I've just finished reading Jerry Brotton's fascinating A History of the World in Twelve Maps (Allen Lane: 2012). I'll tell you about three.
The first is the Hereford mappamundi. It is the largest of its kind to have survived intact for nearly 800 years, and shows what the world looked like to a thirteenth century Christian. Made from an animal skin it measures 1.59 metres high and 1.34 metres wide. The world is circular and divided by the Mediterranean into Europe, Asia and Africa. East is at the top.
Jerusalem is right in the centre. Far away at the edges of the world are ‘all kinds of horrors, more than can be imagined,... savage people who eat human flesh and drink blood.’ At the top of the world just inside the circular border lies the Garden of Eden, inhabited by Adam and Eve. To the south they are shown being expelled from the Garden. At the very top, above the circular border, Christ presides over the Day of Judgement. At his right an angel resurrects the saved souls from their graves and at his left another angel leads the damned away to hell. Brotton comments:
The Hereford mappamundi was therefore designed to work at various levels: to display to the faithful the wonders of God’s created world; to explain the nature of creation, salvation and, ultimately, God’s final judgement; to project the history of the world through locations, moving gradually from east to west, from the beginning of time to its end; and to describe the physical and spiritual world of pilgrimage, and the ultimate end of the world. All of this is built from the long historical, philosophical and spiritual tradition it inherits, stretching back through the early Christian Fathers to Roman times.
My second choice is Halford Mackinder’s world map ‘The Natural Seats of Power’, 1904. Mackinder was a British imperialist and his map is a contribution to geopolitics. According to his theory central and northern Eurasia is ‘the pivot region of the world’s politics’. World empire would be in sight if Russia and Germany formed an alliance. Surrounding the Pivot Area is the ‘inner or marginal crescent’, Europe, northern Africa, the Middle East, India and part of China. The ‘outer or insular crescent’ included Japan, Australia, the Americas, Southern Africa and Britain. He summarised his argument:
Who rules East Europe commands the Heartland:
Who rules the Heartland commands the World-Island:
Who rules the World-Island commands the World.
His theory was a major influence on both sides in the Second World War and the Cold War. In 1994 Henry Kissinger, former National Security Advisor and Secretary of State to Richard Nixon and Gerald Ford, wrote that ‘Russia regardless of who governs it, sits astride what Halford Mackinder called the geopolitical heartland, and is the heir to one of the most potent imperial traditions’. In 1997 Zbigniew Brzezinski, another former National Security Advisor, argued that ‘Eurasia is the world’s axial supercontinent’... a ‘glance at the map also suggests that a country dominant in Eurasia would almost automatically control the Middle East and Africa’. Brotton comments:
Ostensibly, Mackinder’s political geography was based on a stated desire to keep the peace. In reality, it was predicated on perpetual military conflict and international warfare, as the various pieces on his global chessboard vied with each other for increasingly scant resources.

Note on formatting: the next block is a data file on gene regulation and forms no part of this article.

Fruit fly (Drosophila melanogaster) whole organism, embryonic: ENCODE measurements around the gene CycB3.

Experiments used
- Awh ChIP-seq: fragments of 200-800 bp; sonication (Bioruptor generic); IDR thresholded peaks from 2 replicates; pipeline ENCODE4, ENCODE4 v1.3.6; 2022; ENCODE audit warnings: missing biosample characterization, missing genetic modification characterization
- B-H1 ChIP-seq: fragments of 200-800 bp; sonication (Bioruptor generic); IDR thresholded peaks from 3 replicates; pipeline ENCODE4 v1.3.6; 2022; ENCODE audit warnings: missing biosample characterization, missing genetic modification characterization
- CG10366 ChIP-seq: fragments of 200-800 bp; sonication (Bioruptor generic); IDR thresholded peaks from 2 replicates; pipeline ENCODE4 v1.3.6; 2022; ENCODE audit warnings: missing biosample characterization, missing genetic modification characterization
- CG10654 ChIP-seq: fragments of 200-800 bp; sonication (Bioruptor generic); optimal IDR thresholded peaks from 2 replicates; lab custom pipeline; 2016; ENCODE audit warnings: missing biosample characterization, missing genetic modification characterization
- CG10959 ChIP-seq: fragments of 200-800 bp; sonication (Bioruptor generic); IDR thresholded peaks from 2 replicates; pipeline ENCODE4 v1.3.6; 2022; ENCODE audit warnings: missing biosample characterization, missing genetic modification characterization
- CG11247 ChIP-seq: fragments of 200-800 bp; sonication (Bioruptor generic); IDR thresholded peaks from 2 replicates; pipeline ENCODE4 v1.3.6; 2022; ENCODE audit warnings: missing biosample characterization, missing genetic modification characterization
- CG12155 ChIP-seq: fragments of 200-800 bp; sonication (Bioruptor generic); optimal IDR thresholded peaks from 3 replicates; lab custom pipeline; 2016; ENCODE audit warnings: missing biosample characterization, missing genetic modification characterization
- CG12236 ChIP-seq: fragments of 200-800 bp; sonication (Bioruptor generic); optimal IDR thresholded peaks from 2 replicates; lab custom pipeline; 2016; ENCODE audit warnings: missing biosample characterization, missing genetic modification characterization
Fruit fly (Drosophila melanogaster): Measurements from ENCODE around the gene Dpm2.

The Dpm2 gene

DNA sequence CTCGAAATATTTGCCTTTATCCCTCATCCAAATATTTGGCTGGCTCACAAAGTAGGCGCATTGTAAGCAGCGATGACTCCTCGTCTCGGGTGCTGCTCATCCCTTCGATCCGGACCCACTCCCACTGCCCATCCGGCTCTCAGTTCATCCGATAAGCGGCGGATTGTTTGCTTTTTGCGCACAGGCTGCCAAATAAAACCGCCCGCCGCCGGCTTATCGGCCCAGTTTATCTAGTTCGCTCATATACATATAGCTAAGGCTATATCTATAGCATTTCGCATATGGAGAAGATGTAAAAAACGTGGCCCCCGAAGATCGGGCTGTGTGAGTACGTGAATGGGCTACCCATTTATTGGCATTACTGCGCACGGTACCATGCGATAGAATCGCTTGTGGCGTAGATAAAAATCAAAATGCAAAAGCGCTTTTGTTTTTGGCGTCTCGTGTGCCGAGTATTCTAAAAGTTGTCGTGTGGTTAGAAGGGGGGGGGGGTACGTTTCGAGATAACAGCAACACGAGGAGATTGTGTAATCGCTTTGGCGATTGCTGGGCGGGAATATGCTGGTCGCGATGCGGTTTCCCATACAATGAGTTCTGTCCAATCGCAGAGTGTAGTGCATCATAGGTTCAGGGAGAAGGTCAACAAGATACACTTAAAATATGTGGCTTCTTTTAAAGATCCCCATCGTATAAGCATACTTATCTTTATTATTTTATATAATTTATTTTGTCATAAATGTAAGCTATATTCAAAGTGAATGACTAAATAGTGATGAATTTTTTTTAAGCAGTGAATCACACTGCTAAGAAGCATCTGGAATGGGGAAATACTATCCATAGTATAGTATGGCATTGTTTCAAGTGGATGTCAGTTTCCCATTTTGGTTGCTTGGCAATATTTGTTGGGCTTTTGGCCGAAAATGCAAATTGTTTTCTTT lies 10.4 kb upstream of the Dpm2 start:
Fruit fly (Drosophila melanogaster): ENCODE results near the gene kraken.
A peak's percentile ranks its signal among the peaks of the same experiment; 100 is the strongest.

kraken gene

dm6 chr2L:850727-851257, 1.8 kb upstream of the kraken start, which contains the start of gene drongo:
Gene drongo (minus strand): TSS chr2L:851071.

At first sight no map could be less like the mappamundi. Brotton thinks otherwise:
To Mackinder, the Hereford mappamundi was defined not by theology, but by the geopolitics of the Crusades and the westward shift of empire from Babylon to Jerusalem. Mappaemundi were therefore simply an early confirmation of his central thesis: the enduring conflict between empires for control of a heartland. With the benefit of historical distance, we can see that Mackinder’s 1904 map is in fact a manifestation of the same kind of ideological geometry that inspired the Hereford mappamundi: the providential mission of empire had replaced the pursuit of organized religion, but both of them sought to reduce the plurality and complexity of the world to a series of timeless truths.
My third choice is the photograph of the earth taken from 33,500 kilometres away by the astronauts on the Apollo 17 spacecraft in 1972. Brotton writes:
The Apollo 17 photograph, in its depiction of both the sublime grandeur and exquisite beauty of a singular blue world floating in the dark abyss of empty, inhospitable space, inspired wonder and also indignation at the state of ‘our’ world. The language of religious awe that accompanied the photograph’s reception was quickly superseded by political and environmental reflections on the fragility of a world that united all its inhabitants, regardless of creed, colour or political orientation.
The image influenced activists, both environmental – like James Lovelock’s ‘Gaia’ theory – and economic, like the 1980 Brandt Report on the world’s economic development:
From space, we see a small and fragile ball dominated not by human activity and edifice but by a pattern of clouds, oceans, greenery and soils. Humanity’s inability to fit its doings into that pattern is changing planetary systems fundamentally.
Although Brotton does not say so, I think it has often been interpreted in a contrary way. The message of the image can also be that we are but insignificant spots in a vast uncaring universe, whizzing around and getting nowhere. We don’t matter.
Those are just three of Brotton’s maps. There are lots of others, but these are enough to offer a wide choice. You are on the way to eternal judgement; or trapped in a never-ending power struggle between imperialists; or part of a highly complex network of life-creating processes, supremely valuable but increasingly threatened; or a meaningless speck in a vast uncaring expanse of emptiness.
Compared with these, what sort of map describes where you are?